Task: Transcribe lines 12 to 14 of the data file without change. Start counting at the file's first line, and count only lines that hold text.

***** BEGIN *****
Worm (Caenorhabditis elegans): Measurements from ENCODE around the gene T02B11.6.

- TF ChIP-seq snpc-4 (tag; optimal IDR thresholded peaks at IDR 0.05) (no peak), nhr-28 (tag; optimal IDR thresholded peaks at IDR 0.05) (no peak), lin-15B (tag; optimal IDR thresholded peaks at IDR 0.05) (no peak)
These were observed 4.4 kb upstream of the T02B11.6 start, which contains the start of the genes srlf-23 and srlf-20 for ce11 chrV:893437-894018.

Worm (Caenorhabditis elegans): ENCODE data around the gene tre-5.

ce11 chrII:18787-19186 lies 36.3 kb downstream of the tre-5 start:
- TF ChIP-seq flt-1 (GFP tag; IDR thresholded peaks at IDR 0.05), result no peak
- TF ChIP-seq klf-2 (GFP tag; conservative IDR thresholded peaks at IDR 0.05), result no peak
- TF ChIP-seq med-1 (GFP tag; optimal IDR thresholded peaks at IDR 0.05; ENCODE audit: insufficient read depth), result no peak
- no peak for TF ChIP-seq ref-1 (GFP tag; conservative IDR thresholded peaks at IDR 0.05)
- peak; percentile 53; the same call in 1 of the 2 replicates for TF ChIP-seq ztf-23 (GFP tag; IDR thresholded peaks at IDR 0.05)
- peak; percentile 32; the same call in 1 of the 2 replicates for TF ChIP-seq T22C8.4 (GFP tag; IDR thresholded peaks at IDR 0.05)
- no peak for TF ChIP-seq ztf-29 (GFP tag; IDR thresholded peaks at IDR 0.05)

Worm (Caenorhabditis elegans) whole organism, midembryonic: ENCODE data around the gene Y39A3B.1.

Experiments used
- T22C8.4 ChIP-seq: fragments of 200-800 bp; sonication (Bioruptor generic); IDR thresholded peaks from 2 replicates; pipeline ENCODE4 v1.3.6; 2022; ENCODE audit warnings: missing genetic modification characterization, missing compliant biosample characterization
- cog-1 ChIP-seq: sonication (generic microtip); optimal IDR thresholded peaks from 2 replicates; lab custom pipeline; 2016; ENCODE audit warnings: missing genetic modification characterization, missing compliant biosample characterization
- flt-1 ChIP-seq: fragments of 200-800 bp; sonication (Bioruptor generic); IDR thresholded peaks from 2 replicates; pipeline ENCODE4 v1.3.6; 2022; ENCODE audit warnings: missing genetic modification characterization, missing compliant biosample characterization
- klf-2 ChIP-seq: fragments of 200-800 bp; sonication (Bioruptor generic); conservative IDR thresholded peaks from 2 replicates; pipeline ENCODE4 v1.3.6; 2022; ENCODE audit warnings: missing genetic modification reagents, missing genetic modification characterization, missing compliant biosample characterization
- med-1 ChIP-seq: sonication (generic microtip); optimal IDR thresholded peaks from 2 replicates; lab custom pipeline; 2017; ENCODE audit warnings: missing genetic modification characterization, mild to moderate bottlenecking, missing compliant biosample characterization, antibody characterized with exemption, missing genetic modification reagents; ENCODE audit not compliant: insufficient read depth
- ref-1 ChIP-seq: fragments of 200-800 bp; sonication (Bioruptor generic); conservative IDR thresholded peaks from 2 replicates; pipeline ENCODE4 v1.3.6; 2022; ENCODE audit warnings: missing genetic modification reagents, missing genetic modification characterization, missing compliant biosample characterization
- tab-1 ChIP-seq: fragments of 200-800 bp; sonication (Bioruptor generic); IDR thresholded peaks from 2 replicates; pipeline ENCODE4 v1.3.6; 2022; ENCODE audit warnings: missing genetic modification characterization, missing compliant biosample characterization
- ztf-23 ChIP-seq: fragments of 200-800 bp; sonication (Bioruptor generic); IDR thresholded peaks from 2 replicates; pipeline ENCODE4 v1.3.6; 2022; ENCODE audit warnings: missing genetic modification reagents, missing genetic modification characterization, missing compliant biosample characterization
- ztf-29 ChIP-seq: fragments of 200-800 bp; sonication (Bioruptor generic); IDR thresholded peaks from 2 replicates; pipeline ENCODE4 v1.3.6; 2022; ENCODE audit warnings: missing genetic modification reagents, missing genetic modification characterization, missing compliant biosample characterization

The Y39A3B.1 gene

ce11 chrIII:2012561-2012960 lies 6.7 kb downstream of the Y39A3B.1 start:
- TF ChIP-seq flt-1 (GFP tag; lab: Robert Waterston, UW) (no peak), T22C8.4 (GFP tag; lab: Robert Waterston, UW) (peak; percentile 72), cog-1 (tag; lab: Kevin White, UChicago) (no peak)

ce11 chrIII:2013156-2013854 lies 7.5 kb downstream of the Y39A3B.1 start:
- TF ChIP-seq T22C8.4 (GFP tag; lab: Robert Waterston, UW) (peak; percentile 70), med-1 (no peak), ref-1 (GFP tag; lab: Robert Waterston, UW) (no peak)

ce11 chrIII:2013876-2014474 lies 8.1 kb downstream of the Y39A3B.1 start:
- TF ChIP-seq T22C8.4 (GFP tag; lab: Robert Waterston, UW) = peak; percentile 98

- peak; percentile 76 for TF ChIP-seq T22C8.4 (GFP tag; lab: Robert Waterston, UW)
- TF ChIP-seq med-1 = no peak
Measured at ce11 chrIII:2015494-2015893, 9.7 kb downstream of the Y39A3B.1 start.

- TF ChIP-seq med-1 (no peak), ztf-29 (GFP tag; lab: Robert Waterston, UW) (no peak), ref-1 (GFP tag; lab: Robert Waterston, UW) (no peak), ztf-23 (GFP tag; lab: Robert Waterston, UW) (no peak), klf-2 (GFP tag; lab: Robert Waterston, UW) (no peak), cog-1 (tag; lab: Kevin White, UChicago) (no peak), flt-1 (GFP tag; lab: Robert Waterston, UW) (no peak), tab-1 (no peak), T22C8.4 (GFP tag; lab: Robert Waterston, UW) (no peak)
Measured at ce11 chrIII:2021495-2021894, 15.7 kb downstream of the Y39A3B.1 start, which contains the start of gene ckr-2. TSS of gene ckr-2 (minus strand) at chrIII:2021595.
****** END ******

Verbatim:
- no peak for TF ChIP-seq ztf-29 (GFP tag; IDR thresholded peaks at IDR 0.05)

Worm (Caenorhabditis elegans) whole organism, midembryonic: ENCODE data around the gene Y39A3B.1.

Experiments used